10. Ben, thanks much for an inspiring article and for all the comments. I’d like to expand on your first point and ask about your thoughts regarding: “it’s far more to do with demographic shifts and our failure to keep up.” How would you, )and anyone reading) offer insight and ideas to “keep up” while still holding fast to the Gospel and the good things about the Episcopal church. I have heard that our worship services should have more contemporary music, more programs geared to youth/college ages. My concern is by changing to more entertaining music and events we run the risk of watering down the beauty of the Gospel and the time-tested traditions to worship as our forefathers did. How important is music? How important are new programs? What are you and others seeing that works? Thank You again.


    1. I think your concern is valid. Like you, I’m not sure the answer lies in edgier music or in programs that cater to a particular demographic. (Though neither in itself is necessarily a bad thing, in my view.) I would echo what Rachel Held Evans wrote in a CNN article on why millennials are leaving the church: I think younger generations are looking for authenticity and transcendence in their religious experience. I think they’re actually growing tired of Christianity in clever packaging. I think the Episcopal Church is in a very good position to offer precisely what they’re searching for… if (a) we can stop killing each other (to paraphrase something my bishop said recently) and (b) if we don’t fall into the trap of an “if we build it they will come” mentality.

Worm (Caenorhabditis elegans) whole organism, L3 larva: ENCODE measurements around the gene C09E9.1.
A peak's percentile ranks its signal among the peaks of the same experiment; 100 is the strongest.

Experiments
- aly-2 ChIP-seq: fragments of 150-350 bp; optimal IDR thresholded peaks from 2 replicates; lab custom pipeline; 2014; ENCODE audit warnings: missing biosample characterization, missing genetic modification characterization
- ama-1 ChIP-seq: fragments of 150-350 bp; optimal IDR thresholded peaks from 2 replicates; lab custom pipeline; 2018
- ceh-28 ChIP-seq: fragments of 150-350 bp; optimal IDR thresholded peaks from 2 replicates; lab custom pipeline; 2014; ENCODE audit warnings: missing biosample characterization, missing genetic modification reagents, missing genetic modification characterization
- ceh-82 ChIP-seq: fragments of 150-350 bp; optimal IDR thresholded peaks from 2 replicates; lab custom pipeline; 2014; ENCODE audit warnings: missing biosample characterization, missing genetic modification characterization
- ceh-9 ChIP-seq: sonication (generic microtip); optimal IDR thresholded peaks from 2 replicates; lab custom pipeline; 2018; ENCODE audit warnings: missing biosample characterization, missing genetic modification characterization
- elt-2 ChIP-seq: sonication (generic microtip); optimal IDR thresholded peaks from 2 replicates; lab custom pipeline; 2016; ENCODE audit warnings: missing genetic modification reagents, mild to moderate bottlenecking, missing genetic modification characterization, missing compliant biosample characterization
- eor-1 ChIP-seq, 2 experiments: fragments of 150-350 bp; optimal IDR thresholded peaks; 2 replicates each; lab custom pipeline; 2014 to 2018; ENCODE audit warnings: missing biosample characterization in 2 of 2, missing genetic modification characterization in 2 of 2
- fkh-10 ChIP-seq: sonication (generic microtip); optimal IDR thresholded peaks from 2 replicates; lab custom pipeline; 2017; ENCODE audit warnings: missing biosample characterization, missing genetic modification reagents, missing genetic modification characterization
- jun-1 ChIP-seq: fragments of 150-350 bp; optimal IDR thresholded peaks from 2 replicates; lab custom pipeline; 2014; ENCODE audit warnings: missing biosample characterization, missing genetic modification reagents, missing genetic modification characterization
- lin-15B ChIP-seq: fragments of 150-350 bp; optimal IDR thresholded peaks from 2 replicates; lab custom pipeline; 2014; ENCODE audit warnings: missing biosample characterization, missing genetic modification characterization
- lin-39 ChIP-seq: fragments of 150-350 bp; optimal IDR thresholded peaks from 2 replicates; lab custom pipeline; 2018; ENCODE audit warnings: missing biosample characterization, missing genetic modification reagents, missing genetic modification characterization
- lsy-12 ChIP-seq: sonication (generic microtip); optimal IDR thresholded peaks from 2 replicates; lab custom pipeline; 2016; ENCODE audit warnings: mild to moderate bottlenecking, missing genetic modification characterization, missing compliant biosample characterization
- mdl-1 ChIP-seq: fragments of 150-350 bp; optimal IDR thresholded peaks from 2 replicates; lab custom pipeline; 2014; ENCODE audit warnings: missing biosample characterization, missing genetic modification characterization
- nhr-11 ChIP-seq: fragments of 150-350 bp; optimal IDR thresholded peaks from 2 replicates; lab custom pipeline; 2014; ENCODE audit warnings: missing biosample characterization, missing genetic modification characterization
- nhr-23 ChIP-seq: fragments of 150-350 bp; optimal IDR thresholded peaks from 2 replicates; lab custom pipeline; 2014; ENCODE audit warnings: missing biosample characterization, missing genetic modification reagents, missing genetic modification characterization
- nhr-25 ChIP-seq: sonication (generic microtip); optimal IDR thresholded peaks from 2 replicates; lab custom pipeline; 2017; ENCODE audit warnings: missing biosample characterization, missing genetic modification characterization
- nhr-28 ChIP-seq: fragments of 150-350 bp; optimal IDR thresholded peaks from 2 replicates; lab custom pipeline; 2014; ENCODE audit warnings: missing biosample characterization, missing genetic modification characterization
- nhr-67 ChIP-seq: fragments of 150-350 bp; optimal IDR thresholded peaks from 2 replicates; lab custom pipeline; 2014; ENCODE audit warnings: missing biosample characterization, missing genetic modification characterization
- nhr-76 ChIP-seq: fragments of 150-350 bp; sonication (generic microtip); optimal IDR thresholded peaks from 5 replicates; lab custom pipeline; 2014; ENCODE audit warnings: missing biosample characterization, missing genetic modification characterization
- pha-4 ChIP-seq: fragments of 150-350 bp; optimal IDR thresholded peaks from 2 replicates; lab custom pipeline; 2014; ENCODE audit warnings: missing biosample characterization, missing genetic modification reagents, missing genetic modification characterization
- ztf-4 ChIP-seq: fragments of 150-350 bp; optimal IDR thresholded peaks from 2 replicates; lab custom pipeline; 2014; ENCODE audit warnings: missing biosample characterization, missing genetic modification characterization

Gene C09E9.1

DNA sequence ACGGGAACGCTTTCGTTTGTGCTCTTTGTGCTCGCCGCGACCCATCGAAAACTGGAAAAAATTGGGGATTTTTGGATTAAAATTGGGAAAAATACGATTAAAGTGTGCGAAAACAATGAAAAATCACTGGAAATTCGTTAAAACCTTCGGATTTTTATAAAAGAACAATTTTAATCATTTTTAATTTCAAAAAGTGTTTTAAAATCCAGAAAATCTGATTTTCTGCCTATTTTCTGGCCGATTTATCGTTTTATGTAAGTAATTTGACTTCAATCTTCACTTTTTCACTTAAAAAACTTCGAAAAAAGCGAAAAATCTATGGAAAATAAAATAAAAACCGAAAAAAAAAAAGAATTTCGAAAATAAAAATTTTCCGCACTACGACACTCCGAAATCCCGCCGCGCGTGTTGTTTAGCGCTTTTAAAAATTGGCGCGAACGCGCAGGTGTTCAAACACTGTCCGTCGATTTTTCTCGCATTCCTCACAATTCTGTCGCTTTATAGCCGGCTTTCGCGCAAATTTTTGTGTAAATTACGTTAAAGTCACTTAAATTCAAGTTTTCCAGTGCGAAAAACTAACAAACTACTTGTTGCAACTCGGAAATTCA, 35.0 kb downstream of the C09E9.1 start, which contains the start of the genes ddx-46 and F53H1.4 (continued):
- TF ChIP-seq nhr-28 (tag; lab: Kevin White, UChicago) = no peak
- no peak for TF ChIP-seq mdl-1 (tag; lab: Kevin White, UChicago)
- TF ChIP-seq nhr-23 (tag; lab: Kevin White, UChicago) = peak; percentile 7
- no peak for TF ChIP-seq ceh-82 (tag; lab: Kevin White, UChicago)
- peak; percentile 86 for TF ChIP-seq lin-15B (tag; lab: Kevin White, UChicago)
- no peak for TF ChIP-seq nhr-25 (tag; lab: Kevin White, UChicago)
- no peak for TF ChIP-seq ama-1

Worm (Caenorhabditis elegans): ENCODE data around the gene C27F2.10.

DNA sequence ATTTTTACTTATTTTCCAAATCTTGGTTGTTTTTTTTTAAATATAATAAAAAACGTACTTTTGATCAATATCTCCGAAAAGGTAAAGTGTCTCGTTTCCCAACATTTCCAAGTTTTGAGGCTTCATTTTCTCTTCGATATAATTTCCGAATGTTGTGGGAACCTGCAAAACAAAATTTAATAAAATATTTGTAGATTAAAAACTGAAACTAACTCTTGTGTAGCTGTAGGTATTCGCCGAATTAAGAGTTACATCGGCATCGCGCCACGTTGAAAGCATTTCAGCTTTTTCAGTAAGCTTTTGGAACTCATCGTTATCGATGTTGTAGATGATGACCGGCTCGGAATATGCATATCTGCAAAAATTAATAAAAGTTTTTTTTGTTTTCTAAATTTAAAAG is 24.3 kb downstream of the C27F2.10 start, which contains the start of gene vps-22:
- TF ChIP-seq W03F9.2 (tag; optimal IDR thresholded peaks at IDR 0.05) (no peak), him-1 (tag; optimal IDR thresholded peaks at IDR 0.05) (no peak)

I see some of this at work in my own church. We have a healthy mix of ages…and most of our growth in recent years has come in the form of young adults, many of whom have grown dissatisfied with consumer Christianity and are looking for something more transcendent. I think our church has done a good job drawing people like this because we’re intentional about welcoming newcomers into the liturgy (a lot of our spiritual formation offerings are essentially introductions to the Anglican tradition), and because we offer a number of community opportunities for young adults and young families. But we need to do more to proactively reach outside our walls, rather than waiting for people to show up. (Fortunately we are working on this.)


  11. Dear Ben,

    I only recently came to know about you. I believe that the General Convention 2016 did exactly what you are hoping for in the election of the Rt. Rev. Michael Curry to become our next Presiding Bishop. Reading his book “Crazy Christians” I believe you will find that we are being called to be a very different church and a to become very different Christians, ones that will be not just into Social Justice but to become “poor” and love all persons no matter what their status. I know that when I joined the Episcopal Church in 1976 from the Roman church, I felt quite at home but did not find the challenge that I needed but today, at age 67, I hope that the Jesus that lived 2000 years ago is now my everyday companion and calls me to follow and risk everything. We must risk losing everything in order to gain what is important and that resurrection comes with death of old ideas and ways of living into a bright new light of loving all. May you find that the Episcopal Church is changing and that it comes from all ages and walks of life.